Mistake 5: Buying the best, most expensive gear available.
Just as buying cheap junk because it’s cheap is a mistake, so too is insisting on only “the best”. More expensive does not necessarily mean a device has better build quality or will last longer than a less expensive device of the same type. In many cases it only means you get more cool switches and pretty lights. If you cannot justify the extra cost with some clear purpose or practical benefit, buying “the best” is a journey of vanity.
In my experience, mid-grade equipment has always given me the most bang for the buck. Early in my off grid career I spent over $500 on an ExcelTech inverter. They are made in USA. They are practically indestructible. The American military and US embassies around the world use them. They’re the Rolls Royce of inverters. I didn’t know it at the time, but it was unnecessary overkill. As nice as my ExcelTech is, my Samlex inverter is just as suitable for my application. It cost half as much as the ExcelTech and gives excellent performance. I still use both inverters, but if I were doing this over I’d get two Samlexes and spend the extra money on other useful upgrades.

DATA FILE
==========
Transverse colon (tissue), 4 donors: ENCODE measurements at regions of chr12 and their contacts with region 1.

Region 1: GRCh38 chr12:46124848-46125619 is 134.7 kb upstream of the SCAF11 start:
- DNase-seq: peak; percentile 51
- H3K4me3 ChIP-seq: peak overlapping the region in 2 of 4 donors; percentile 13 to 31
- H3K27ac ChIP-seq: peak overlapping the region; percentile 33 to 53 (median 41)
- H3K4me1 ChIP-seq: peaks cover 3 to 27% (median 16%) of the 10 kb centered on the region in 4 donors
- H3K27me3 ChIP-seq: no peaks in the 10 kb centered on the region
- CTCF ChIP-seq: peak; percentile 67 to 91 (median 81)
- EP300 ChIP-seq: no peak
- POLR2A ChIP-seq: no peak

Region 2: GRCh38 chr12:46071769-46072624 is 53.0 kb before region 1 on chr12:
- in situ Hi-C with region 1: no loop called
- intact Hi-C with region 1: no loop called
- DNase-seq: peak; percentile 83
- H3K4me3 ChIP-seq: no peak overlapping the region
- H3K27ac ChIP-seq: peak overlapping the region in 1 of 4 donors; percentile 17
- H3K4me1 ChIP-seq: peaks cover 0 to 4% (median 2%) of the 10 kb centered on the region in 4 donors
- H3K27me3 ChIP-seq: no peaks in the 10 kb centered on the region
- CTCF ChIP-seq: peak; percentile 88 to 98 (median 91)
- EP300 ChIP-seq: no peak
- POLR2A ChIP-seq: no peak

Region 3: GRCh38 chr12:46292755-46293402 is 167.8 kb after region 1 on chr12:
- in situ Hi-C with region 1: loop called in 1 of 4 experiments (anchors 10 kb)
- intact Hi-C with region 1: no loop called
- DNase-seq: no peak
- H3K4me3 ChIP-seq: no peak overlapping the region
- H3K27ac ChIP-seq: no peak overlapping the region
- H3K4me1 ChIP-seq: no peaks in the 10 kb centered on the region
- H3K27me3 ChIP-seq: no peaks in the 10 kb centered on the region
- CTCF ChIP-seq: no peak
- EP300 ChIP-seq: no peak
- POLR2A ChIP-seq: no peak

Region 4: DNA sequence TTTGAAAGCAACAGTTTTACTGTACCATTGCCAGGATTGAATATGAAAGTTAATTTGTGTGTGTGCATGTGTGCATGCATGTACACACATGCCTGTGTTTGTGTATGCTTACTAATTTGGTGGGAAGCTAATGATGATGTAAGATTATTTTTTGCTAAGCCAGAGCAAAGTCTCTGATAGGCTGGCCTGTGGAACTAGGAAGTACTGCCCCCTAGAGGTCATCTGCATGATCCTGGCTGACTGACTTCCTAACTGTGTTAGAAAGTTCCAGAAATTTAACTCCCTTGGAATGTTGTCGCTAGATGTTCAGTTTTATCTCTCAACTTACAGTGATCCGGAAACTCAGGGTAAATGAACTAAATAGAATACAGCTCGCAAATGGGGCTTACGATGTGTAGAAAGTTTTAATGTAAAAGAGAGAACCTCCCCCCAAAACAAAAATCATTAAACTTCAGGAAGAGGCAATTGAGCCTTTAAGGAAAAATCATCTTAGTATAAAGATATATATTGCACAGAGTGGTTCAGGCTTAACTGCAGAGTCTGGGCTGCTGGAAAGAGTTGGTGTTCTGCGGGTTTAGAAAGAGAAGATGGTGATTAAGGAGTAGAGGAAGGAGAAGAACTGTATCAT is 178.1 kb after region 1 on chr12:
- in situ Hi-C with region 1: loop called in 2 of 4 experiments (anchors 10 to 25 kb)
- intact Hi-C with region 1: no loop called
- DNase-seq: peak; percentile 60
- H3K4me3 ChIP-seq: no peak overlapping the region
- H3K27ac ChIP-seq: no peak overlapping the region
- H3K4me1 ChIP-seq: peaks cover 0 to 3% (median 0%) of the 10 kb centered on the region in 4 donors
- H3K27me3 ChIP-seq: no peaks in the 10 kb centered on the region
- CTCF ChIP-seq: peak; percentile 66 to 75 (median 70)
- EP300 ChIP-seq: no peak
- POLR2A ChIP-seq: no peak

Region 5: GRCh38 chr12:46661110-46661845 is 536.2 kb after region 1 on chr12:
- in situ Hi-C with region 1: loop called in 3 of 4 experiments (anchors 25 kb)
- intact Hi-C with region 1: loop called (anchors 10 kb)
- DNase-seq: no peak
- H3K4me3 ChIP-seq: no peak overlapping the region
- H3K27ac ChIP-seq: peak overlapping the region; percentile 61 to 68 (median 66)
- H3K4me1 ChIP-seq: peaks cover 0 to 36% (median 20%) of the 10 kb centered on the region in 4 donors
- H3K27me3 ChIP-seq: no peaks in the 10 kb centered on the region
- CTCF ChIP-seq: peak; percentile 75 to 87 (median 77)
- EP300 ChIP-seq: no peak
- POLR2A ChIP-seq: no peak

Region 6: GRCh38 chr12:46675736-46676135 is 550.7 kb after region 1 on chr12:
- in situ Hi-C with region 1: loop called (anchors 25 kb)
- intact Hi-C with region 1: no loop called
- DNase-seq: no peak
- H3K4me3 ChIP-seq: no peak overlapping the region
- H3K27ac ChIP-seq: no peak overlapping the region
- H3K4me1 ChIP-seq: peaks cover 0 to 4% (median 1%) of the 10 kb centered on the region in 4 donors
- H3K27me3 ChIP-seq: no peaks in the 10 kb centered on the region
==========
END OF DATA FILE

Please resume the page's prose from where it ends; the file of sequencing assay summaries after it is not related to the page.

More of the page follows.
Never buy any piece of off grid amateur radio equipment based solely on high or low price point.
Mistake 6: Using batteries of unknown provenance.
This is as bad as using mismatched batteries. Suppose you’re walking through a swap meet or a yard sale. You come across a few awesome-looking batteries at a great price. There’s only one problem: They’re an unknown brand you’ve never heard of, or maybe are not branded at all. You’re not even sure how old they are or if they are new or used. The seller doesn’t know anything either. They’re just random batteries. learning from off grid mistakes